The Spanish government is preparing itself for a restless autumn, The Guardian writes, as it spends nearly one billion Euros on riot gear for police units and protest groups are preparing a string of demonstrations. The newspaper notes that since June, the interior ministry has tendered four contracts to purchase riot equipment ranging from shields to stab-resistant vests. The ministry also finalized its purchase of a new truck-mounted water cannon, an anti-riot measure that was used during Spain's dictatorship and the transition to democracy but has rarely been seen in recent years. The ministry said in its tender that the water cannon was necessary, "given the current social dynamic", the daily notes. Amnesty International in Spain said the purchase of riot gear was a worrying development. The newspaper quoted its spokesman: "They say they buy this material to control disturbances, but how exactly will it be used? In Greece we have documented how these water cannons, when used a short distance, can provoke severe injuries and commotion."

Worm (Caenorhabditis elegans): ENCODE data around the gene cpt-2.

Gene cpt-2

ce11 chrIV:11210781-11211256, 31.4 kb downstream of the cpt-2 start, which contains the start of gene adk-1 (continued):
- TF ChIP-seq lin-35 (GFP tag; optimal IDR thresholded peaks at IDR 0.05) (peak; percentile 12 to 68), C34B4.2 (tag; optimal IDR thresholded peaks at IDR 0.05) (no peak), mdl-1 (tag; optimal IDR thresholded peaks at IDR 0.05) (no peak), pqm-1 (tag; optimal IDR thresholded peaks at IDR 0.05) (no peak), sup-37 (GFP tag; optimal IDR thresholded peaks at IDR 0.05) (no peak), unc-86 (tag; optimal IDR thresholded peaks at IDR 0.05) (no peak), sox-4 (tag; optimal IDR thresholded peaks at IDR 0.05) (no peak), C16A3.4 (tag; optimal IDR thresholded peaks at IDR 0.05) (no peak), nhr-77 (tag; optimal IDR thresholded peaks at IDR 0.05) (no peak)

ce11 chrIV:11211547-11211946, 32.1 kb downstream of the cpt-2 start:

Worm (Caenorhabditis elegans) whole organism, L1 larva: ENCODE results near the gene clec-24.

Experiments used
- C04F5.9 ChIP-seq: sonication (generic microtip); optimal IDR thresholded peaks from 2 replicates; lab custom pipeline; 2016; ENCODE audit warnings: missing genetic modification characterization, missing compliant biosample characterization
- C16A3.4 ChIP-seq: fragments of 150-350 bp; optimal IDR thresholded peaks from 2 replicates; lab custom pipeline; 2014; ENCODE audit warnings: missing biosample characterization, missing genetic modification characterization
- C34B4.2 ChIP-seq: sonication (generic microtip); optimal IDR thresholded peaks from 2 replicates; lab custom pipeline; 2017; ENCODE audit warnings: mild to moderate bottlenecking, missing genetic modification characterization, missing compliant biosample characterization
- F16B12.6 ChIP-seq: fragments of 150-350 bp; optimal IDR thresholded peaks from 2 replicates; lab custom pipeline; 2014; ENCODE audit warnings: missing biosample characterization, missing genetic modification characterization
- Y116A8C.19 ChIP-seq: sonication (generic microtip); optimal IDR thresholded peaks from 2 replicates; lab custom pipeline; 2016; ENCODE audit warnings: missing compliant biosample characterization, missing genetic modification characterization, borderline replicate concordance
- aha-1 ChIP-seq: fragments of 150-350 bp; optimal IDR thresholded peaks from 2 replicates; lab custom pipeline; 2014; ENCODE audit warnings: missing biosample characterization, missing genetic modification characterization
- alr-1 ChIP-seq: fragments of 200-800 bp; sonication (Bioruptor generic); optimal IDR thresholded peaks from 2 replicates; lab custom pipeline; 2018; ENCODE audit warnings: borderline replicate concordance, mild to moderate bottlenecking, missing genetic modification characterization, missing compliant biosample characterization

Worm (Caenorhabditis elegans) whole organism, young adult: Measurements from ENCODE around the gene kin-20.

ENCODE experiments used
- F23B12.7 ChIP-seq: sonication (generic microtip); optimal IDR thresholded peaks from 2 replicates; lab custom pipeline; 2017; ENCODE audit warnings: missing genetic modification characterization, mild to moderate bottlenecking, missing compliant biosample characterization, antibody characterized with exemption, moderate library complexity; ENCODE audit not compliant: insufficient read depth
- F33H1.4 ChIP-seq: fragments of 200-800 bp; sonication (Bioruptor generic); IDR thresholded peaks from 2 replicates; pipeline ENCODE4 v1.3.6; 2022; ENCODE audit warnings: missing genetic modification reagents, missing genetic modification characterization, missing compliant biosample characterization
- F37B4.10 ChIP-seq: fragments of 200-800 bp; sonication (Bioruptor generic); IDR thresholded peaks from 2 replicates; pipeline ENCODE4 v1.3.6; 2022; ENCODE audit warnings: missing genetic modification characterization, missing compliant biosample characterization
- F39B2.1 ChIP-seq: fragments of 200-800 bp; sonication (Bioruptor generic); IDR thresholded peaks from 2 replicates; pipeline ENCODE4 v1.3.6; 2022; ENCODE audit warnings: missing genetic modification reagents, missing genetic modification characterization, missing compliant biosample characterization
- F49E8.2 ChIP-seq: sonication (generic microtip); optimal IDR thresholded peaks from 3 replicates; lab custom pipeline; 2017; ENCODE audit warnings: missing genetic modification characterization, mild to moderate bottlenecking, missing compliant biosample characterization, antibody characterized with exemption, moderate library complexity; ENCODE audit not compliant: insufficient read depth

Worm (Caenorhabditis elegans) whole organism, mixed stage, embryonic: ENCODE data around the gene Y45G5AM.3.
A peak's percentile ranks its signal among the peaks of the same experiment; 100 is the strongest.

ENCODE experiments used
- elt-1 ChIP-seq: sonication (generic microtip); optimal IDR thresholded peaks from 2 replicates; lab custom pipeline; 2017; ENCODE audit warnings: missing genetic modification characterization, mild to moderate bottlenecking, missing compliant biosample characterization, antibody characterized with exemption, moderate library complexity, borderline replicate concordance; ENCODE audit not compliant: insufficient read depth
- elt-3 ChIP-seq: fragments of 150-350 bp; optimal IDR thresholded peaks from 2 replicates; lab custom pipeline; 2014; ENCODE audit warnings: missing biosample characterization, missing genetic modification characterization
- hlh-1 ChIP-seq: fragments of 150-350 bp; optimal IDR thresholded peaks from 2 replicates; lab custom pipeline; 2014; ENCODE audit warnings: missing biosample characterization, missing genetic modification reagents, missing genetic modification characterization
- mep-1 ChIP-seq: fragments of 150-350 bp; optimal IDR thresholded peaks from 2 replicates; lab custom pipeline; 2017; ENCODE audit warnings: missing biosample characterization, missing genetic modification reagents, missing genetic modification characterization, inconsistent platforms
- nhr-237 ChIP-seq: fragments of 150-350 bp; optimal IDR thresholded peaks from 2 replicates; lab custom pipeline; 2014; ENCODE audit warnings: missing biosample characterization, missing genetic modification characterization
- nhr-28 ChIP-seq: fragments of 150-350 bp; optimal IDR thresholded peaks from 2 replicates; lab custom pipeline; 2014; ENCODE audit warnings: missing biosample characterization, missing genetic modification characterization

US drones are being flown over the "capital" of the self-proclaimed Islamic State in Syria, The Telegraph reports. This is part of a drive by America to target Abu Bakr al-Baghdadi, the jihadist group's elusive leader, the newspaper explains. Residents of the northern Syrian city of Raqqa have captured photo and video footage of remotely-piloted planes, which Western weapons experts have identified as American Predators, the same drones used in Pakistan and Yemen to attack suspected terrorists. The US has not publicly stated that it is flying drones over Syria, and the sightings over Raqqa are the first indication that it is doing so. The daily suggests the sightings are the clearest indication that US President Barack Obama has dramatically changed his policy, aggressively stepping up reconnaissance of IS positions as the US works to assemble an international coalition to fight the jihadists. The daily notes that Obama would be required to personally order a strike against the IS leader, weighing the advantages of his death against the risk of civilian casualties, but security experts believe he will make the decision to attack if the opportunity arises.